Time and time again she turned to her companion, her old nurse, and said, "Do you remember that?  It was in my room,"  or she remarked that her mother had changed the covering of that chair or bench since the days when she was young and she and her little brother and sister, Fowler and Mathilde (who now is Mrs. Max Oser of Switzerland), played and romped the way all youngsters do, whether they live in a mansion or a modest cottage.

"They used to be in the hall," she whispered to her nurse after she had secured for $55 tow handsome crimson damask and applique embroidery valances. "Yes," answered the nurse, who had tears in her eyes often during both sessions. "And do you remember the time you hid in their folds when you were a wee thing?"

Tears were in Mrs. Hubbard's eyes occasionally, too, and at the end of the afternoon session, which lasted from 2 until 6:45 o'clock, she broke down and sobbed a little, which wasn't strange considering the strain she had been under. Bidding in the museum pieces that were auctioned in New Your - Otto Bernet, the auctioneer, explained that only the museum pieces were disposed of there and that all the personal belongings are being auctioned in Chicago and Lake Forest - was ma much less trying ordeal than bidding in the things that her mother had lived with and loved here in the house in which Muriel was born.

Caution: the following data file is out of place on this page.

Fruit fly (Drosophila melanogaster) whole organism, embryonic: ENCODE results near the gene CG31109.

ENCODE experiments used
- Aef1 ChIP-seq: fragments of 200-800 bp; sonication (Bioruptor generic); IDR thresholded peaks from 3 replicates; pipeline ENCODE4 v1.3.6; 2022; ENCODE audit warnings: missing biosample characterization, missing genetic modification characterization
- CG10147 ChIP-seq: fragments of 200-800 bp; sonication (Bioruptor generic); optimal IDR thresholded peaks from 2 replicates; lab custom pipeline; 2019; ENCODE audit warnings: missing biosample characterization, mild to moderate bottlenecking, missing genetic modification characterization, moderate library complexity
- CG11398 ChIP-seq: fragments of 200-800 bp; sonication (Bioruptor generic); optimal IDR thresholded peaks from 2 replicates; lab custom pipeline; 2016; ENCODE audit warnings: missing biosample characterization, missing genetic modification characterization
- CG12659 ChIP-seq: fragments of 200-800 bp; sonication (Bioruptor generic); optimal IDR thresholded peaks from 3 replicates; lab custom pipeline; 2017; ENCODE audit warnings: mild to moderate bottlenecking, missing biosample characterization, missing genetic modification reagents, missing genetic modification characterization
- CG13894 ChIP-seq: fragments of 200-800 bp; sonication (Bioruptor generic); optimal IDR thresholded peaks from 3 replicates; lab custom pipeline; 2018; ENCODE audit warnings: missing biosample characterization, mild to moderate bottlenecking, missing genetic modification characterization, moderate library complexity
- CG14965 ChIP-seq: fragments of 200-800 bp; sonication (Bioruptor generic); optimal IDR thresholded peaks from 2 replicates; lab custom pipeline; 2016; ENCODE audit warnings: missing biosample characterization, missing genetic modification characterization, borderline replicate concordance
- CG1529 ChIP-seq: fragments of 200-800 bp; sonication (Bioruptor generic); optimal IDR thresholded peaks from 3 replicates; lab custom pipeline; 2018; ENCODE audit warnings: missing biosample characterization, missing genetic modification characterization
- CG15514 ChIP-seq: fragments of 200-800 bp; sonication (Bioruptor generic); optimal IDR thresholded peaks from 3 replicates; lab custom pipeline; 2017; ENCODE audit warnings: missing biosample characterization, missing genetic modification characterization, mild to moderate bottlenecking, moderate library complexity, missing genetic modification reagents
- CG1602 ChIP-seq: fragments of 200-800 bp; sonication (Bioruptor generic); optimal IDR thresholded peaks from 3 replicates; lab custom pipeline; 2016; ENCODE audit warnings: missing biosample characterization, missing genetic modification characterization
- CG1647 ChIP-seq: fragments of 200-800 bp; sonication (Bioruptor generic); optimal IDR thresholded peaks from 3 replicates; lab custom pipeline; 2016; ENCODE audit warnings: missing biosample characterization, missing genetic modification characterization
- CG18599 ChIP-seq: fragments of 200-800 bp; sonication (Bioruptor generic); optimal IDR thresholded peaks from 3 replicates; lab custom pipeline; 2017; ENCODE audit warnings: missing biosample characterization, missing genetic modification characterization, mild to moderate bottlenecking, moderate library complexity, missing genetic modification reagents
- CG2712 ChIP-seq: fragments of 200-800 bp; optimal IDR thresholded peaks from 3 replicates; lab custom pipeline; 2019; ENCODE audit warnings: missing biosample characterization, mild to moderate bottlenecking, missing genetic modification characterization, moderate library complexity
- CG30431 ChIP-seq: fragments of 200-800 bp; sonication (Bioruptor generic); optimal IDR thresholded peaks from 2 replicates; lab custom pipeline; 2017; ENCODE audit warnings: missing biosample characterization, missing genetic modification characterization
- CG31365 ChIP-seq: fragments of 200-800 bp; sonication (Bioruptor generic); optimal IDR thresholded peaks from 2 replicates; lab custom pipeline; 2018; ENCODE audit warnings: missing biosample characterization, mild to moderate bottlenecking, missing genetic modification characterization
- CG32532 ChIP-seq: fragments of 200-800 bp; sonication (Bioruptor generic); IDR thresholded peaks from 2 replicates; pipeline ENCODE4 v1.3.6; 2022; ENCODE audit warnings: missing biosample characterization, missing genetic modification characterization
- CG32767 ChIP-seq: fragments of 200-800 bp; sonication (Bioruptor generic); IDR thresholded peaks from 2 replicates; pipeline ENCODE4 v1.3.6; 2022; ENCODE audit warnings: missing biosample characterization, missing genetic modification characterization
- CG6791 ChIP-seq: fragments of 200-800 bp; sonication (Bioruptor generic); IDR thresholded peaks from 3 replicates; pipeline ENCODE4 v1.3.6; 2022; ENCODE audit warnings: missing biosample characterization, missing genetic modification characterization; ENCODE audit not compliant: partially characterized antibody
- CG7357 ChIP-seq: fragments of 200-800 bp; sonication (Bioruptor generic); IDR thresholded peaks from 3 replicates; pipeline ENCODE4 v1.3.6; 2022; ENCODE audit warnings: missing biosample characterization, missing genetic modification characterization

Many of the 300 or more who had paid the admission fee of $10 to enter one of the sessions were not aware that the handsome young woman in brown tweeds who sat so quietly in the front row in a corner was the daughter of the woman who had collected all the things that were going under the hammer, and only those near her realized that she was the bidder who was successful in so many of the spirited bidding contests.